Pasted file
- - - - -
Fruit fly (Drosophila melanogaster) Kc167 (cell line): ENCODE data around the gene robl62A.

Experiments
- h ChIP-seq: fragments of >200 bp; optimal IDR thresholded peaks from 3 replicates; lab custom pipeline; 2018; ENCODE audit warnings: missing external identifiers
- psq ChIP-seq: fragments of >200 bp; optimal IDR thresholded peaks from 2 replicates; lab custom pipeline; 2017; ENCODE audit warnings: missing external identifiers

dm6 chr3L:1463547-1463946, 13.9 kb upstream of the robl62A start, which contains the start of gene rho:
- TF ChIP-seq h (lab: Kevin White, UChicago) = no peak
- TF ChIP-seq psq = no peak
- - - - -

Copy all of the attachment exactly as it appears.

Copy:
Fruit fly (Drosophila melanogaster) Kc167 (cell line): ENCODE data around the gene robl62A.

Experiments
- h ChIP-seq: fragments of >200 bp; optimal IDR thresholded peaks from 3 replicates; lab custom pipeline; 2018; ENCODE audit warnings: missing external identifiers
- psq ChIP-seq: fragments of >200 bp; optimal IDR thresholded peaks from 2 replicates; lab custom pipeline; 2017; ENCODE audit warnings: missing external identifiers

dm6 chr3L:1463547-1463946, 13.9 kb upstream of the robl62A start, which contains the start of gene rho:
- TF ChIP-seq h (lab: Kevin White, UChicago) = no peak
- TF ChIP-seq psq = no peak